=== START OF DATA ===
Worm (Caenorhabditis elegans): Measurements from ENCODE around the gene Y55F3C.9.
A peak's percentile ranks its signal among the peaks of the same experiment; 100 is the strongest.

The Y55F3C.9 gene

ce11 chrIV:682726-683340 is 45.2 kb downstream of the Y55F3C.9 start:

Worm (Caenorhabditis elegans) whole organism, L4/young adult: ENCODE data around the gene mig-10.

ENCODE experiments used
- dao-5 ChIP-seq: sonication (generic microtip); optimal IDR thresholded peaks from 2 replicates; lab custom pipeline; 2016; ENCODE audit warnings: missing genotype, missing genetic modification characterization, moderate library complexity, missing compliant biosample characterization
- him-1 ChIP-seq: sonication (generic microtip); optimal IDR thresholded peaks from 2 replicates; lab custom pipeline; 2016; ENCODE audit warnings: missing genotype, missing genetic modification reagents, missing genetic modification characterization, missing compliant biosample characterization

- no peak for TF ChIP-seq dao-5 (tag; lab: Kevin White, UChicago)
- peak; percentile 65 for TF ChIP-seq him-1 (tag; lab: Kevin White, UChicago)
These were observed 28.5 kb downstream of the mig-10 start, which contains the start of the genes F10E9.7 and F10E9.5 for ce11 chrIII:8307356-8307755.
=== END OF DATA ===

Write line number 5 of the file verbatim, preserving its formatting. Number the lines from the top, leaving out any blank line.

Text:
Worm (Caenorhabditis elegans) whole organism, L4/young adult: ENCODE data around the gene mig-10.